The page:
Plumster wrote:(is the egg industry behind this?? Chris Masterjohn does take money from industries, like the meat industry)
Masterjohn is a published nutrition scientist who strives mightily to explain how he arrives at his recommendations. I see no reason to impugn his motives especially since he is so transparent about his sources and reasoning.
I think Masterjohn uses eggs as a communication device to make this nutritional requirement more clear. In his own words:
As with biotin, the best sources of choline are liver and egg yolks. Since eggs are so much more popular than liver, let's talk about the choline requirement in terms of "egg yolk equivalents."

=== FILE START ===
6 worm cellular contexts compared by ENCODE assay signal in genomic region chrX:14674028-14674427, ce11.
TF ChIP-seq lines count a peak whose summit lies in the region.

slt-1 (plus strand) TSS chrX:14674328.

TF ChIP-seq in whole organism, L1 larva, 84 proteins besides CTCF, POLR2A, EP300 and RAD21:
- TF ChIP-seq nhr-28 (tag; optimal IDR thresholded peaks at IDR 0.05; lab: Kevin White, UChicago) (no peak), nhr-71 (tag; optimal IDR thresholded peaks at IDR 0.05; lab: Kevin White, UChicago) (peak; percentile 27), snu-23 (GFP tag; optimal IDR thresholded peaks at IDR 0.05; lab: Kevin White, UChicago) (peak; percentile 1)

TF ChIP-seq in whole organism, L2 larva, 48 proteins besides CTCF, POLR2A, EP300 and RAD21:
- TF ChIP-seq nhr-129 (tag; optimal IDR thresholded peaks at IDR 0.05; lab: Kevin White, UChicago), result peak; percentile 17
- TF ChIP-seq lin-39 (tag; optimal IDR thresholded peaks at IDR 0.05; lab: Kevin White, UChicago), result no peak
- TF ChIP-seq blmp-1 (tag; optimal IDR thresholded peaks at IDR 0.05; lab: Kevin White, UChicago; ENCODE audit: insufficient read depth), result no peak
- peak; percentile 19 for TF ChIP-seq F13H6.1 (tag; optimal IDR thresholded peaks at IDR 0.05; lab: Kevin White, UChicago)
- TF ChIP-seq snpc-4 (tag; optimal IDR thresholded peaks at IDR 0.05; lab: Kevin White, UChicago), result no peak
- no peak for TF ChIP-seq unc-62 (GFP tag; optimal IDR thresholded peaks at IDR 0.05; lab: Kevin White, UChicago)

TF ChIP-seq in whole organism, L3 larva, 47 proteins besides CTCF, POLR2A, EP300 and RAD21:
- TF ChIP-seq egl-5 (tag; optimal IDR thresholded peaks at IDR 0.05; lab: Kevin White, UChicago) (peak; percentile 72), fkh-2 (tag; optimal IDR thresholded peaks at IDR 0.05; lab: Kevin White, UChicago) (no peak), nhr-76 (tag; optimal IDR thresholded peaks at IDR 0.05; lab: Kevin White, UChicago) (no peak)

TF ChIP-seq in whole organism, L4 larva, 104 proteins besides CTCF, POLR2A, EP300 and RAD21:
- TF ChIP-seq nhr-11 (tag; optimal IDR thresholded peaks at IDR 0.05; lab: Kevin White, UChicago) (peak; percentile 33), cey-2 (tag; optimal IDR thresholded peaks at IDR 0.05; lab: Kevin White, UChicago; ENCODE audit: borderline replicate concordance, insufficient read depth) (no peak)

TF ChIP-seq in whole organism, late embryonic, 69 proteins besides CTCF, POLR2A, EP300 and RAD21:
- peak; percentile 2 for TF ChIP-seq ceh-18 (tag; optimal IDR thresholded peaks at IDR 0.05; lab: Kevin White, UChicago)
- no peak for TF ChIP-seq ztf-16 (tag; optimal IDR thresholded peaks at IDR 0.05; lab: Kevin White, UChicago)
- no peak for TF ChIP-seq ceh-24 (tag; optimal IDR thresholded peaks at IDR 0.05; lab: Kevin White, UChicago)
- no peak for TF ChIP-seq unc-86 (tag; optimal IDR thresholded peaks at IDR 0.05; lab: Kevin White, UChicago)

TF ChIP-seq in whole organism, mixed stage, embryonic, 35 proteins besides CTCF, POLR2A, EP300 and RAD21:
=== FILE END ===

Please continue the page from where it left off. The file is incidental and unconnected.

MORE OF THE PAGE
I find the rhetorical device to be helpful. According to Masterjohn's research into choline's interactions with the methylation cycle, Jmac's genetic makeup requires 8 egg yolk equivalents daily. That's 1,100 mg of choline. If we convert the top source on the list Plumster linked, we can see that 12 cups (7,016 kcal) of buckwheat groats also provides 1,100 mg of choline. Too many calories? Instead, we could consume 127 Swiss chard leafs at only 1,159 kcal. 17 cups (973 kcal) of Brussels sprouts or 23 cups (626 kcal) of cauliflower would also do the trick.
I think Masterjohn's point is that most people grossly underestimate what is required to get enough choline to stave off fatty liver, insulin resistance, hyperhomocysteinemia, and the resulting cascade of chronic disease. Simply eyeballing a list of foods containing choline and trying to eat more of them is unlikely to work - we actually need to do some calculations to give us a feel for the magnitude of this requirement.